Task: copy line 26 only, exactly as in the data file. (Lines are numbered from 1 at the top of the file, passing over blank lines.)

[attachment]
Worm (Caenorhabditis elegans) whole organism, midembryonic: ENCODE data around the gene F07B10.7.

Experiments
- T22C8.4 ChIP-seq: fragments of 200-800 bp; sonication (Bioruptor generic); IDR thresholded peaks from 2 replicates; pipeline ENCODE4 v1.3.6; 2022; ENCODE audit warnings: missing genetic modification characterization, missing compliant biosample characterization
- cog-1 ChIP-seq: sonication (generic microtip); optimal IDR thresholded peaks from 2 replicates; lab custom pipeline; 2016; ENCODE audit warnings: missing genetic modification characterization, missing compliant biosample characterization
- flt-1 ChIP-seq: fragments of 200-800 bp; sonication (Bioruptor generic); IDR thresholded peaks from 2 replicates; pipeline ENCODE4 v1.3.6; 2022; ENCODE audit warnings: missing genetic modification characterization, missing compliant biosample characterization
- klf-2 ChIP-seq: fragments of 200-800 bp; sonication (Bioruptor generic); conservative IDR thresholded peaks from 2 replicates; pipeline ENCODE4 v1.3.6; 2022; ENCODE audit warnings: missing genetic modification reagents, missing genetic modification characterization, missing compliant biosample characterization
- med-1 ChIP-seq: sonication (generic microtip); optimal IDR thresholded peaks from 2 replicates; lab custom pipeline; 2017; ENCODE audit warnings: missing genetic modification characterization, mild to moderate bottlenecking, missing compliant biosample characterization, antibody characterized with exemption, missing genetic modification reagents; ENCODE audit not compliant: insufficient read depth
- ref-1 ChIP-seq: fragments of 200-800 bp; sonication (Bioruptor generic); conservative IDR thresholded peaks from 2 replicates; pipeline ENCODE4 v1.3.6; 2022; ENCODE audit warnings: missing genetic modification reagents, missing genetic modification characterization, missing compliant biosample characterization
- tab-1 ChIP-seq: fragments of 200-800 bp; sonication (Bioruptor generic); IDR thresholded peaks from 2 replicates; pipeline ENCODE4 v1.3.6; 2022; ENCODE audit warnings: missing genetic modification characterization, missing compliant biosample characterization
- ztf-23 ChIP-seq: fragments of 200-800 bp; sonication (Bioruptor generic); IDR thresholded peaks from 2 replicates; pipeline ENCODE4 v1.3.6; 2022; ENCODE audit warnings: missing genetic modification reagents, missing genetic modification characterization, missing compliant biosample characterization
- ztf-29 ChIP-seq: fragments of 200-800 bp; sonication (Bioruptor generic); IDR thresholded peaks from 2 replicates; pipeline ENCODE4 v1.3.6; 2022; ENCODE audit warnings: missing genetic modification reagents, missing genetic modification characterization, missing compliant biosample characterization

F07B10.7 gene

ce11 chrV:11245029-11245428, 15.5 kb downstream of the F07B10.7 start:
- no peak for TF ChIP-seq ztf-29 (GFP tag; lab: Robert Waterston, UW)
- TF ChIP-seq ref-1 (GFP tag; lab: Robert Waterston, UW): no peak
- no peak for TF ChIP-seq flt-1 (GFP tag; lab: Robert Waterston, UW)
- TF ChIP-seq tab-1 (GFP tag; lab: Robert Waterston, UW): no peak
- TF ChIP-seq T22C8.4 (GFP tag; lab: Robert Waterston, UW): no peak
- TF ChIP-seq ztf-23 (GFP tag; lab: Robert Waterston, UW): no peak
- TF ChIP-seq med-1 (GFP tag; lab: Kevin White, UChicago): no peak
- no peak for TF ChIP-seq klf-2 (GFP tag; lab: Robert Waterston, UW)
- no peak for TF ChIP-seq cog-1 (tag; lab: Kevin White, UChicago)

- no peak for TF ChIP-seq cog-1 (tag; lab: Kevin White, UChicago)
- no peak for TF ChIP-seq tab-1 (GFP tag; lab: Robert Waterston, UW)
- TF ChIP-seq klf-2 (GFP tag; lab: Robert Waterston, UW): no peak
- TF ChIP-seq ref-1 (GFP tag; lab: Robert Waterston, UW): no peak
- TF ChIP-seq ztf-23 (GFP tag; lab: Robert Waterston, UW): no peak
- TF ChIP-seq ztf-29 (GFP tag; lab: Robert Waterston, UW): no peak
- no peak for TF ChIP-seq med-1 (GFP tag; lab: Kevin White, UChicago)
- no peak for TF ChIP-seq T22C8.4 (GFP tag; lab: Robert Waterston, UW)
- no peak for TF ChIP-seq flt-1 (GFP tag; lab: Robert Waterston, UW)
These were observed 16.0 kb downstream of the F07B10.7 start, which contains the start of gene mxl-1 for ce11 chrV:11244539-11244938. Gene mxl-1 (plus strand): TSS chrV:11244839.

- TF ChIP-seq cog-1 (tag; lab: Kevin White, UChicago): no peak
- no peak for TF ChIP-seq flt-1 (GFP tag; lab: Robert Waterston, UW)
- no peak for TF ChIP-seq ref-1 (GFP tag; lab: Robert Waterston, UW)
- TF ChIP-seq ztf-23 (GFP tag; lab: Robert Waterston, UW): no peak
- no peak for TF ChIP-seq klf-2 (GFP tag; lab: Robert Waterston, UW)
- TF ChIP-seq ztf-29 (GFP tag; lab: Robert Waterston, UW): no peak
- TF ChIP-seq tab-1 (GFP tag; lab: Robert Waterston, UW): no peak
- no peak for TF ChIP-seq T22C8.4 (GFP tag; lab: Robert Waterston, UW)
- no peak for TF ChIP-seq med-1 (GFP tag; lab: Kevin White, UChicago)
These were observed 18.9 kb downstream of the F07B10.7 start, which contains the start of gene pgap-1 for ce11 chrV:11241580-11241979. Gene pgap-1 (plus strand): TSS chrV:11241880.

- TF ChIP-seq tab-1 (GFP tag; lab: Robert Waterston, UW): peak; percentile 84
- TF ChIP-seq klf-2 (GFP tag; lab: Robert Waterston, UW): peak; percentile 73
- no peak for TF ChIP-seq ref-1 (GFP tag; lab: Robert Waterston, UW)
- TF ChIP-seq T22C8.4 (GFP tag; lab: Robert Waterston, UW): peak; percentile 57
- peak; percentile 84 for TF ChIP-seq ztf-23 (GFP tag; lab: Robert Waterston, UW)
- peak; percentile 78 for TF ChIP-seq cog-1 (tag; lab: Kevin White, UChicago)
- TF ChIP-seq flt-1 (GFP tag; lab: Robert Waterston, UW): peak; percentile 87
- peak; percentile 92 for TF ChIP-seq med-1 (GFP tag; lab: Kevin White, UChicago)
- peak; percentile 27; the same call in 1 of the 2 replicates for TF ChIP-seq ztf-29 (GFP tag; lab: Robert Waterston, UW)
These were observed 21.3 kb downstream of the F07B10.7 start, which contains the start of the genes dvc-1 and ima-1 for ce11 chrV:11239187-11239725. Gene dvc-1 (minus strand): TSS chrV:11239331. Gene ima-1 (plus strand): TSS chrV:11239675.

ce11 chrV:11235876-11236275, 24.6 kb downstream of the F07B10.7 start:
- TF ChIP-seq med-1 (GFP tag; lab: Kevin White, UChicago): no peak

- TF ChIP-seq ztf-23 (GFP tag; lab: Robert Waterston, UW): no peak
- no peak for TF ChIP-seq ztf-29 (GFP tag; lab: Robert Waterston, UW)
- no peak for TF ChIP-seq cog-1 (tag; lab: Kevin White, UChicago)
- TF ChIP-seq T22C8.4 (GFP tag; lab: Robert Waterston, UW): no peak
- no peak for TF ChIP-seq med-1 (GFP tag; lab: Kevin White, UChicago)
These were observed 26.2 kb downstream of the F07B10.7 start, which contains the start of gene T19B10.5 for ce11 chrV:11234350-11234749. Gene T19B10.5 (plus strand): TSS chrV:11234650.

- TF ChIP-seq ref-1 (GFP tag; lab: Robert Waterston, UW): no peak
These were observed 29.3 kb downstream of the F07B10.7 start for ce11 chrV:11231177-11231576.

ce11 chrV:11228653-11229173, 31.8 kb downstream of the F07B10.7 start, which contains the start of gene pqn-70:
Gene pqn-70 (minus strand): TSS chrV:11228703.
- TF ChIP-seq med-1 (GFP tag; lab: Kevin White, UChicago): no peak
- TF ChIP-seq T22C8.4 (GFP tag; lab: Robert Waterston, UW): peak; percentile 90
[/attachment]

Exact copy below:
- TF ChIP-seq ref-1 (GFP tag; lab: Robert Waterston, UW): no peak